Re: Prayers for the conversion of my family [Re: theophan] #420195 08/19/20 05:02 AM
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keefa Offline
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Originally Posted by keefa

Originally Posted by theophan
The situation of a move not being sinful is something that is on a case by case basis.



According to canon law, there's no situation that would permit a Catholic to become an Orthodox. Doing so is an act of schism.

Nor can you make a profession of faith to the Orthodox Church, without falling into schism.


Originally Posted by theophan

Please refer to "Decree on Eastern Catholic Churches," paragraphs 27, 28 and 29, and footnotes 54 to 58--published in The Documents of Vatican II, Guild Press, New York, 1966.

Nihil Obstat, Felix F. Cardegna, S.J., S.T.D.; Imprimatur, Lawrence Cardinal Sheehan, Archbishop of Baltimore

The reference is to the special circumstances I mentioned above. It is not a general permission and it requires the permission of the Orthodox clergy one approaches. Further pursuit of this permission in extraordinary circumstances allows the Catholic Christian to do what that clergyman might require, cf. footnote #54.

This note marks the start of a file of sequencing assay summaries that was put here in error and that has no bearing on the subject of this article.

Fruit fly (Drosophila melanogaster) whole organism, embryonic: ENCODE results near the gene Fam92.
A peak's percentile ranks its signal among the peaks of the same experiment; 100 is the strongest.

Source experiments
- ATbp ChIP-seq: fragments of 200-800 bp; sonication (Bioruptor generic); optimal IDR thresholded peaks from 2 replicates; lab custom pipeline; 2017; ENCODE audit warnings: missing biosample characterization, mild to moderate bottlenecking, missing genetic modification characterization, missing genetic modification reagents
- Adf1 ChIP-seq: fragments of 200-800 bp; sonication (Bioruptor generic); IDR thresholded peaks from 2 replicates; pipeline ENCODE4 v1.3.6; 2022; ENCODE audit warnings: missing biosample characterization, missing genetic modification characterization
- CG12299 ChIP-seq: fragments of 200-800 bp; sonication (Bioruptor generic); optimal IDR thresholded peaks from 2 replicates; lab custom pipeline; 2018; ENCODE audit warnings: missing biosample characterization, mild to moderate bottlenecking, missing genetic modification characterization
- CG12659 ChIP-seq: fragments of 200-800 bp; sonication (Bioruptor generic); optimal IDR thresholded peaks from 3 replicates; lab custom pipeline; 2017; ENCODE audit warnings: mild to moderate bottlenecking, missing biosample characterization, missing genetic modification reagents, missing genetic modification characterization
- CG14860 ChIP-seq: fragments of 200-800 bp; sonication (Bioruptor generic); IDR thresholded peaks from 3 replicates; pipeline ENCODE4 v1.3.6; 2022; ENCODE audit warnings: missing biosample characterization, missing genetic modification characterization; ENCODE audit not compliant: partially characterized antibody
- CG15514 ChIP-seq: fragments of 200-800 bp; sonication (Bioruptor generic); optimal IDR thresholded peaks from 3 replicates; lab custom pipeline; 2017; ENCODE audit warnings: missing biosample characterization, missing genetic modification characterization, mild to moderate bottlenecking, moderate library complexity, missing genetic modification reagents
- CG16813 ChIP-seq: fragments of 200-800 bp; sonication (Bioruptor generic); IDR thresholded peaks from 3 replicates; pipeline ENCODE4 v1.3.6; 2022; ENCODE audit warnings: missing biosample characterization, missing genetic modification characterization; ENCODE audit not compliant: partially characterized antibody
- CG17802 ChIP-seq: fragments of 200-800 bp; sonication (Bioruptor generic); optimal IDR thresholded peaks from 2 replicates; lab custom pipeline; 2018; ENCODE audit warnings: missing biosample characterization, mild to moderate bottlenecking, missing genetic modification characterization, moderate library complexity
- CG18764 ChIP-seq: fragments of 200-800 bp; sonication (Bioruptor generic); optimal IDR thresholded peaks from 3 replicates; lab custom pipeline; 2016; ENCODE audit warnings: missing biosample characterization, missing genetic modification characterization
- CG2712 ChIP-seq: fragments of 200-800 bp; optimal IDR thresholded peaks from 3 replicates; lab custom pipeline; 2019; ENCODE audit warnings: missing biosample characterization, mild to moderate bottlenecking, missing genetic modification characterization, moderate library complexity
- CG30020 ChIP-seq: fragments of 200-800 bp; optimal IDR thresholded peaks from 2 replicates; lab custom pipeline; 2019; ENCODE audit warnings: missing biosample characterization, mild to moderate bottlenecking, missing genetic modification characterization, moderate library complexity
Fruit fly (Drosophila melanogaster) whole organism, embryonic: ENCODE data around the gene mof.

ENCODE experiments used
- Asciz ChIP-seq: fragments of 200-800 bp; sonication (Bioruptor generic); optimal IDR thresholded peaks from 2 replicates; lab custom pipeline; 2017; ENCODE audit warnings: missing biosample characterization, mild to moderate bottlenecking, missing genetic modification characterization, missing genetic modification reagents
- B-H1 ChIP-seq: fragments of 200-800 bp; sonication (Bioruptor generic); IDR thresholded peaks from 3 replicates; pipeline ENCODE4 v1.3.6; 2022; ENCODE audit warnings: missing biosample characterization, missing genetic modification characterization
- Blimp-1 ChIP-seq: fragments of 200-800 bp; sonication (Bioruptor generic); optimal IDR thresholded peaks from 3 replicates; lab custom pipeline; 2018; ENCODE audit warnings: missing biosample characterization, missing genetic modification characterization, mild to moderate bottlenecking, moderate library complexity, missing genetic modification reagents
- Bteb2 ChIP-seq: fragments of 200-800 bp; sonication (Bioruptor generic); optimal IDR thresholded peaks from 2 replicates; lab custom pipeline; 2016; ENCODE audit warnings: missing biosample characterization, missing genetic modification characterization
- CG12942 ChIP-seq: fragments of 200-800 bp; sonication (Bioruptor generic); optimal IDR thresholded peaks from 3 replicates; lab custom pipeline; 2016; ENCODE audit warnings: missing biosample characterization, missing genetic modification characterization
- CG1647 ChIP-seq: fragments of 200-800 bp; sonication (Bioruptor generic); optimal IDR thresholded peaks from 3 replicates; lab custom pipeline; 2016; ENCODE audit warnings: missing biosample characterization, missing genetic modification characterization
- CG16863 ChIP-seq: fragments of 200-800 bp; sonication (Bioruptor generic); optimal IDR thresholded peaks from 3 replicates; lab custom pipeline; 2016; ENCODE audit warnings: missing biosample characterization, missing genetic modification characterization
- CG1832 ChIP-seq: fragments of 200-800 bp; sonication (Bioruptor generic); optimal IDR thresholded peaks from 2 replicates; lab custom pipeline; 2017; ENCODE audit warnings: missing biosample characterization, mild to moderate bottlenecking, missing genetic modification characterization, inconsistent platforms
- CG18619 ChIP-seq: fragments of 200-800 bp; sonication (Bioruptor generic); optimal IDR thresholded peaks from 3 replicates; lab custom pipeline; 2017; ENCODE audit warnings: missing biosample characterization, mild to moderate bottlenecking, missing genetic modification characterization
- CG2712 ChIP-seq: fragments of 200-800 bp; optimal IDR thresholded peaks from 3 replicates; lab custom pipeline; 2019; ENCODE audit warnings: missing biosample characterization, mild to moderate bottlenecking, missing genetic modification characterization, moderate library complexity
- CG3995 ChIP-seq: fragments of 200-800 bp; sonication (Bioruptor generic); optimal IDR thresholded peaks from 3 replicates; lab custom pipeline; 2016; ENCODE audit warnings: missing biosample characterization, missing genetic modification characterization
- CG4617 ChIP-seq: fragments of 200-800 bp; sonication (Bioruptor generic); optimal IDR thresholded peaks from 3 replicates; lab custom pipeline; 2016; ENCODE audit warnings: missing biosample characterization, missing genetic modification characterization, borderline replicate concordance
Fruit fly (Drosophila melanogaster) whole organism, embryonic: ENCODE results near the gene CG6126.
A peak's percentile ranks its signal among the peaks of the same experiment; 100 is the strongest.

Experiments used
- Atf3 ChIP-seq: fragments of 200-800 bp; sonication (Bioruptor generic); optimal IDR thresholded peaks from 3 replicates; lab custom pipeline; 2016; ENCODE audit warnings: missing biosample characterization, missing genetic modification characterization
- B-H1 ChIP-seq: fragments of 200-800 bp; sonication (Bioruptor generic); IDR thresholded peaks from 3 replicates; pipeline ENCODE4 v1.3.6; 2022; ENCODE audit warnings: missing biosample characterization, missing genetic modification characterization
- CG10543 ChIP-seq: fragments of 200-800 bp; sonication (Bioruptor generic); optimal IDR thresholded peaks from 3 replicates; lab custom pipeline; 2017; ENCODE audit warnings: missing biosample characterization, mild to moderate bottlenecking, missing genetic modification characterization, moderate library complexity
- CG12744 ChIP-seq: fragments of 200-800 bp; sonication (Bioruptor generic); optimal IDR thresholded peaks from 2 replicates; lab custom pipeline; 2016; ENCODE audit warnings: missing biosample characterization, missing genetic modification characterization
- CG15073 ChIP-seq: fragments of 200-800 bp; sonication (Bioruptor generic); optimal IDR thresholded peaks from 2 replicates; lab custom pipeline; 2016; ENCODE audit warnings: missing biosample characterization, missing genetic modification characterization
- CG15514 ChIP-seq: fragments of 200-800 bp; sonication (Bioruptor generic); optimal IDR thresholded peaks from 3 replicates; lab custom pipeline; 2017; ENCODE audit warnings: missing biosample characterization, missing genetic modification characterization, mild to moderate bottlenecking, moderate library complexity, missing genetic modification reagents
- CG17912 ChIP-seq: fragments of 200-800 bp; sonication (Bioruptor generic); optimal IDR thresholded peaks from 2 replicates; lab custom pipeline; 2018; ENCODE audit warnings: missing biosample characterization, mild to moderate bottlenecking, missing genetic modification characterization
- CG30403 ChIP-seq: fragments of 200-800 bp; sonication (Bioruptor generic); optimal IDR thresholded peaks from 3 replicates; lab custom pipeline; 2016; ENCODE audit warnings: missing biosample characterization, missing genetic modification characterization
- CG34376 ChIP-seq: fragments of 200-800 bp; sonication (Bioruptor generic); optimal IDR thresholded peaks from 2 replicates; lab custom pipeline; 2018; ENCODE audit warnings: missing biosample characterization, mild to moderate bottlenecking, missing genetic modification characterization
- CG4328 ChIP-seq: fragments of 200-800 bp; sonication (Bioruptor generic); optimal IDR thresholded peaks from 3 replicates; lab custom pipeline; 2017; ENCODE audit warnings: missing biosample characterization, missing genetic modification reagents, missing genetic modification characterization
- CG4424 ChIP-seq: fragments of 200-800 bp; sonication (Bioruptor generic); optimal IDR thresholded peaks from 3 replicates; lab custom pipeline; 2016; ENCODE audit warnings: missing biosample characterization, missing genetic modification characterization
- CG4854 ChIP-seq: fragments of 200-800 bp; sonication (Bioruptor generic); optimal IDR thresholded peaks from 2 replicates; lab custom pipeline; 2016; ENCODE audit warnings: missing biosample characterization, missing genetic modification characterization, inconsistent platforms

The documents of Vatican II, are at best ambiguous, but the teachings of Vatican II were codified in the Code of Canons of the Eastern Churches (CCEO) (1990).

CCEO 1990


With regards to footnotes 54 to 58, they don't appear on the Vatican website, so I can't comment on them:
ORIENTALIUM ECCLESIARUM (OE)

If you look at Orientalium Ecclesiarum paragraph 29 it points to communicatio in sacris (participation in things sacred), which is CCEO Canon 671, and relates to OE 26 to 29.

The above Canon 671, should be read in full, but more specifically:

671.2. "If necessity requires it or genuine spiritual advantage suggests it and provided that the danger of error or indifferentism is avoided, it is permitted for Catholic Christian faithful, for whom it is physically or morally impossible to approach a Catholic minister, to receive the sacraments of penance, the Eucharist and anointing of the sick from non-Catholic ministers, in whose Churches these sacraments are valid."

671.5. "For the cases in ยงยง2, 3 and 4, norms of particular law are to be enacted only after consultation with at least the local competent authority of the non-Catholic Church or ecclesial community concerned."

Note that 671.5 is not referring to an individual Catholic faithful approaching the clergy of a non-Catholic Church, but rather to a particular Catholic Church, a Sui iuris, working on drafting its particular laws in relation to communicatio in sacris, by consulting the local non-Catholic ordinary. As well, EO 29 is referring to the Catholic and non-Catholic hierarchs consulting on communicatio in sacris policies together.